This tip is valuable if you have used a core aerator to aerate your lawn. As we’ve explained, the core aeration process involves removing plugs of turf to create holes in the soil. After aerating with a core aerator, the soil plugs are left scattered across the lawn. Although you may be tempted to clear up the plugs, it’s best practice to leave them where they are. 

If left on the soil, the soil plugs will dry up and break down over time. The speed at which this happens will be affected by rainfall, irrigation, mowing, and lawn usage. Generally speaking, it should only take about two weeks for the majority of the plugs to break down. The result is that you get a free top-dressing of nutrient-rich soil that would have otherwise gone to waste had you removed the cores after aerating. 

Let Holes Rest

Tip for: All lawns.

Regardless of your method of aeration, you will be left with a lawn full of holes. It’s important to let these holes rest and to avoid interfering with them in the weeks after aerating. They will fill in naturally with soil and grass roots as your new grass begins to germinate. 

Overseed Lawn

Tip for: Lawns that have thin or sparse grass, or patches of dead grass.

It’s an ideal time to overseed your lawn immediately after aerating it to fix up any yellowing or dead patches of grass. The effectiveness of overseeding is greatly increased by aeration, as the holes left behind from the process improve soil-to-seed contact. This enables the seeds to be sown deeper into the ground and into any soil plugs left on the lawn.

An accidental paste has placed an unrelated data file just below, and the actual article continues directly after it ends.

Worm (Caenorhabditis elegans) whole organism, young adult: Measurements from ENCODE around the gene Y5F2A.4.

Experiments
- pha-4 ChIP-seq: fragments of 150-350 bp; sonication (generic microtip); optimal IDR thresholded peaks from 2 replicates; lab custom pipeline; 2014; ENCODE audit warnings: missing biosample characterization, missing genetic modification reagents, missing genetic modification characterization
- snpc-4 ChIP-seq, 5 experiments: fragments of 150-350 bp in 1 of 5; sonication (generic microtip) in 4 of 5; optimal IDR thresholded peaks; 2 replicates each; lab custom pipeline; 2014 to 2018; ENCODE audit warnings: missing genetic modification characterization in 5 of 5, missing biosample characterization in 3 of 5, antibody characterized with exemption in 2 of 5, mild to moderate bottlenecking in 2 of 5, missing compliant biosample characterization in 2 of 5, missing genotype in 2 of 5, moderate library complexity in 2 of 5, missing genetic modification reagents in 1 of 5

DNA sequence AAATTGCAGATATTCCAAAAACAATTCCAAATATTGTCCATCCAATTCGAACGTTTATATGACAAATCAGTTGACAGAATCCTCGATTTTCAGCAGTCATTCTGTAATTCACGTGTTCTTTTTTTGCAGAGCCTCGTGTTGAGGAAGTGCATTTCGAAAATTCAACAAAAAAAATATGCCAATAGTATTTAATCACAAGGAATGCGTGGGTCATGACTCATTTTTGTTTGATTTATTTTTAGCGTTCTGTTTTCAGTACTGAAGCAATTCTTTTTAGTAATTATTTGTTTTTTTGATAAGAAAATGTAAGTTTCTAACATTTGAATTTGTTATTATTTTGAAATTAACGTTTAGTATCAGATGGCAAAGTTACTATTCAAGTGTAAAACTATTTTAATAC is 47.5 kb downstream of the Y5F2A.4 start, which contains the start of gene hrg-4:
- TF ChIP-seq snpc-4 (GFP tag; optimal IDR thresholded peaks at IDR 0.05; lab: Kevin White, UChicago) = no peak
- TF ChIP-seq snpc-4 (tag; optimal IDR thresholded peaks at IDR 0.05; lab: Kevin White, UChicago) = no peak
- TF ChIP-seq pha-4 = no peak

The aerated soil is also in the ideal condition for the new grass seed to grow; the seedlings have plenty of access to the air, water, and nutrients it needs from the spaces created in the aeration process. On top of this, an aerated lawn provides better shelter for the seeds. They are better protected from being washed or blown away, or eaten by birds and other hungry wildlife.

Straight after aerating the lawn, overseed it using a broadcast spreader. The best type of grass seed for overseeding your lawn will depend on a couple of factors; you need to choose a seed that’s compatible with the current species on your lawn, as well as the area that you live in. After overseeding, continue to water and care for your lawn and new grass seed properly for best results. 

Water Lawn

Tip for: All lawns, particularly those with yellowing or browning grass.

Aerating your lawn puts it in a much better condition to absorb and retain water, resulting in healthier grass plants. Over time, the soil in your lawn will become compacted from weather conditions and foot traffic. Soil in this condition is unable to absorb water, causing it to run off and away from your grass’ roots. Without proper access to water, your healthy grass will turn yellow or brown before eventually dying off. By aerating, you create spaces in the soil for water to permeate deeper where it can nourish your grass plants.

When watering newly seeded lawns, it’s crucial to keep the seed consistently moist throughout the germination process. You will need to water your lawn at least once per day for the first three weeks after overseeding. Take extra care not to overwater at this stage, as this could suffocate the new grass. You should add as much water as it takes to make the soil moist, without making it soggy or waterlogged. Once the grass is fully established, you can reduce your watering sessions to twice per week.

When watering mature lawns, water your lawn thoroughly straight after aerating.  Continue to water the lawn twice per week, watering for about 30 to 60 minutes each time. This will encourage your grass to grow deep, strong roots. 

Treat Lawn With Pre-Emergent Weed Killer

Tip for: Mature lawns that have a recurring annual weed problem.